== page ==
Introduction to Public History (50:512:382)
This seminar-style course provides an opportunity explore the ways that history is studied and communicated in settings such as museums, historic sites, and archives, and in the digital realm. Readings and discussion will include controversies such as the display of the Enola Gay at the National Air and Space Museum in Washington, D.C., and the creation of the President’s House site exhibit in Philadelphia. The course also will examine how civic engagement techniques and the interpretation of diverse, multiple narratives of history have come to the forefront of public history practice. (This course meets concurrently with the graduate seminar Issues in Public History. Undergraduates will build familiarity with public history through a series of independent field visits and reviews of area historic sites and exhibits. The course also will provide an introduction to public history career options and advice on additional training necessary to enter the field.) A reading list will be posted during the summer at http://charlenemires.camden.rutgers.edu.
Public History Practice (50:509:300). Interested students please contact Dr. Charlene Mires, firstname.lastname@example.org.
This is an individualized opportunity to gain knowledge of local and regional history while contributing to a public history project based at the Mid-Atlantic Regional Center for the Humanities (MARCH) at Rutgers-Camden. The options include historic house research and curatorship for the Cooper Street Historic District and research and digital publishing for The Encyclopedia of Greater Philadelphia. In addition to readings in local and regional history, students will be provided with training and ongoing supervision and feedback while working approximately six hours per week on-site on their selected projects. This course is by arrangement, with permission of the instructor, and is open to juniors and seniors with a GPA of 3.0 and above. Link here to see a preliminary syllabus.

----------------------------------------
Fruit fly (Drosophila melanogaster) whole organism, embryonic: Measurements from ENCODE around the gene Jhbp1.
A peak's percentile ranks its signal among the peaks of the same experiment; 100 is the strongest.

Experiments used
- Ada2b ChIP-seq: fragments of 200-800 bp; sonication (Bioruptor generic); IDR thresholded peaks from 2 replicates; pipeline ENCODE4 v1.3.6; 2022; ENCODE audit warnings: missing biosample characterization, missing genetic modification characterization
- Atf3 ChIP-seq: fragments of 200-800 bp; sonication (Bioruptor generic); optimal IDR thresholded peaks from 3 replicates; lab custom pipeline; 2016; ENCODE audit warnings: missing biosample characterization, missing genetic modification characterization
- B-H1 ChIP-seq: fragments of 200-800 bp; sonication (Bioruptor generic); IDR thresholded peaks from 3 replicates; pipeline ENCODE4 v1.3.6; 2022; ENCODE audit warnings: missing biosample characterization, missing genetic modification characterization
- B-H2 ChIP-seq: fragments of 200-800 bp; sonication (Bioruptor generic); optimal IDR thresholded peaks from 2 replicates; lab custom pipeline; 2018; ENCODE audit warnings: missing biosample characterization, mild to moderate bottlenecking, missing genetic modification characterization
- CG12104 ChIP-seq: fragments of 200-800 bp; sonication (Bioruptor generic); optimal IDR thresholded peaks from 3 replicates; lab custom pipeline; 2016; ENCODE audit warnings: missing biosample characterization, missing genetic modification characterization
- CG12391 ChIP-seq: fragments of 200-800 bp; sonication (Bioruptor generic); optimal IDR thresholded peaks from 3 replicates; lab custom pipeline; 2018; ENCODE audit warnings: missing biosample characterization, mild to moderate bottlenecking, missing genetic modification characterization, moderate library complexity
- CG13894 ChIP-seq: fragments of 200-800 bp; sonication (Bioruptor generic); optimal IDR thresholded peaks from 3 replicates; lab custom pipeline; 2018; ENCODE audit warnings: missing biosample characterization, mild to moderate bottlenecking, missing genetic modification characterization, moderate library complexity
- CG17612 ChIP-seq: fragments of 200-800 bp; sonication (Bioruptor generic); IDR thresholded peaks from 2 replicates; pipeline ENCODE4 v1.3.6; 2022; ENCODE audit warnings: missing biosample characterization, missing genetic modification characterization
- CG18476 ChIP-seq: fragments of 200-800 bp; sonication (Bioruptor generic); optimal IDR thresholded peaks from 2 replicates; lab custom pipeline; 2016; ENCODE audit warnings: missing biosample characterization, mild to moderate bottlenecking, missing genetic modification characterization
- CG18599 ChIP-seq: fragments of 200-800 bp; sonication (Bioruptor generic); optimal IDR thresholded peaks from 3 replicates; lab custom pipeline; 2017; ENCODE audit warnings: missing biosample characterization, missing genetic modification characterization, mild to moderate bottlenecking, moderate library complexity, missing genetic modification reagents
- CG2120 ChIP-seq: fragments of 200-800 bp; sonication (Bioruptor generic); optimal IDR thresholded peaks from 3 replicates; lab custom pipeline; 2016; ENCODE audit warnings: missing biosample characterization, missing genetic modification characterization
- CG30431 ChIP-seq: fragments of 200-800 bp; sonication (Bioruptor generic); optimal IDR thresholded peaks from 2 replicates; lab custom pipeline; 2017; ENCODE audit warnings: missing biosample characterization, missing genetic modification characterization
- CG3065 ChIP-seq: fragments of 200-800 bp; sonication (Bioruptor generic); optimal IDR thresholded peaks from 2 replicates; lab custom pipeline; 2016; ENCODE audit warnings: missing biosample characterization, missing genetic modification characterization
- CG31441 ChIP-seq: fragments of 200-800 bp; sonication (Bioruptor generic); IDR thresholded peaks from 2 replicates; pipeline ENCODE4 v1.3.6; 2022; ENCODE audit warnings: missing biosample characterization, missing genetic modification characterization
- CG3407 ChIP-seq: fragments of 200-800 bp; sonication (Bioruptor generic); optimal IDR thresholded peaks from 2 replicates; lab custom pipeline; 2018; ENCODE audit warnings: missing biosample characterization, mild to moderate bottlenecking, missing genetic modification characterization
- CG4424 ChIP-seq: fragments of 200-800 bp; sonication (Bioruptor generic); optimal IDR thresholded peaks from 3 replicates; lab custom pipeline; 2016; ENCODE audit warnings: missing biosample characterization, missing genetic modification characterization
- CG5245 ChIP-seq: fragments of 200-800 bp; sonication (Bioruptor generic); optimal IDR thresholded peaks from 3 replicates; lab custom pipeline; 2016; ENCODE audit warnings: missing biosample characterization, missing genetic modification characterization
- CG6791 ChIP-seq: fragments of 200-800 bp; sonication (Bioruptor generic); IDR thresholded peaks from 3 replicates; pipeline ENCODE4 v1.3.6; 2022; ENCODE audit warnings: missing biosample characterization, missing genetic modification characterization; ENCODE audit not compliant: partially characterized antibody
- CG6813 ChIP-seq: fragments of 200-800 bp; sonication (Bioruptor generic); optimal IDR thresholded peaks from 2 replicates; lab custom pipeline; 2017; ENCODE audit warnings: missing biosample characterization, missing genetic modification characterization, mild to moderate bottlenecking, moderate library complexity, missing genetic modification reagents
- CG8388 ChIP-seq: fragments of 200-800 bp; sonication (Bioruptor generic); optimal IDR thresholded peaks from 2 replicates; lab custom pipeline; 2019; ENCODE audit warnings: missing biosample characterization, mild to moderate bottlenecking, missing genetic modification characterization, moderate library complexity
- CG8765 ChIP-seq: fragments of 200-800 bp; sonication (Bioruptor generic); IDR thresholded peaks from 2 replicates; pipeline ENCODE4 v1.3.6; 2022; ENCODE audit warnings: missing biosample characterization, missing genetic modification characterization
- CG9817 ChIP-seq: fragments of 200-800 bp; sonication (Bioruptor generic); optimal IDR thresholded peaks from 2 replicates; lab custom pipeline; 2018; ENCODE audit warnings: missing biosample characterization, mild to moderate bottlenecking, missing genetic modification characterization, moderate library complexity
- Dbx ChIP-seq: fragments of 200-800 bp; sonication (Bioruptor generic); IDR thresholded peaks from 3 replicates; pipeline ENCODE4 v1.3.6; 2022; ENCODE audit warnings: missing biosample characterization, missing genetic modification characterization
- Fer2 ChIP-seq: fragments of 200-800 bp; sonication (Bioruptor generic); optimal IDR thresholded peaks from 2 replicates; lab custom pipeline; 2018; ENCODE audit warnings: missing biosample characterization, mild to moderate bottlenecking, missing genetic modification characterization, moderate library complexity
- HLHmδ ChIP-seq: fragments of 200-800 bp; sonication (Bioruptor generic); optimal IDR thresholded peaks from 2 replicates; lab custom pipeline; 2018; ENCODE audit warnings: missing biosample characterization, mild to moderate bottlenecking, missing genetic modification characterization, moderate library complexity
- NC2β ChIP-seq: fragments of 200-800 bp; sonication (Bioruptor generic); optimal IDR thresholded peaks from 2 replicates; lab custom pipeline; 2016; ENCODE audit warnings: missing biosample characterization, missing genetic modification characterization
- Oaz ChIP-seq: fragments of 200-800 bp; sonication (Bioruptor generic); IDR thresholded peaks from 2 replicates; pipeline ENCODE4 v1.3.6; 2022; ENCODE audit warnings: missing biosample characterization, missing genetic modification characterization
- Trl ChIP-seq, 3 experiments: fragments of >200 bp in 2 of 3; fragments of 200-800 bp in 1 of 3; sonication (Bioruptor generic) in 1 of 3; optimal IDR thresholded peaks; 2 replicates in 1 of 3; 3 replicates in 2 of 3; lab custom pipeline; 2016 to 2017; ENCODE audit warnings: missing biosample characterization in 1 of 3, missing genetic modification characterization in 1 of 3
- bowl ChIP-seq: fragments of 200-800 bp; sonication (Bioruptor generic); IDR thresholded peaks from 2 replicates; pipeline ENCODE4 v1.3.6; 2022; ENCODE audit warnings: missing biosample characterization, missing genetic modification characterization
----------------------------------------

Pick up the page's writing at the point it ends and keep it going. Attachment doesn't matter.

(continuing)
Issues in Public History (56:512:531)
This seminar will go behind the scenes of the production and communication of history in settings such as museums, historic sites, and archives, and in the digital realm. We will examine issues in public history through controversies such as the display of the Enola Gay at the National Air and Space Museum in Washington, D.C., and the creation of the President’s House site exhibit in Philadelphia. Readings and discussion also will examine how civic engagement techniques and the interpretation of diverse, multiple narratives of history have come to the forefront of public history practice. (This seminar meets concurrently with the undergraduate course Introduction to Public History. Graduate students will gain familiarity with the literature of the field by developing a paper about a selected public history issue; the seminar also will offer a realistic examination of the job market and opportunities to begin to create a professional network.) A reading list will be posted during the summer at http://charlenemires.camden.rutgers.edu.
Topics in Historic Preservation (56:512:515)
This course combines independent directed readings with a ten-week historic preservation course offered on campus by the Mid-Atlantic Regional Center for the Humanities (MARCH). Two course options are available for Fall 2017:
- Introduction to Historic Preservation (Tuesday evenings beginning September 5).
- Archaeology and Historic Preservation (Thursday evenings beginning September 14).
Separate registration for the MARCH course is required and should be arranged by graduate students by contacting Dr. Tamara Gaskell at email@example.com. (No additional charge is involved for students seeking to fulfill public history requirements.) Independent readings will be supervised by Dr. Charlene Mires.
MARCH courses may also be taken on a non-credit basis, with an option of earning a continuing education certificate in historic preservation. For further information about the program and next semester’s offerings, go to: http://preservation.rutgers.edu.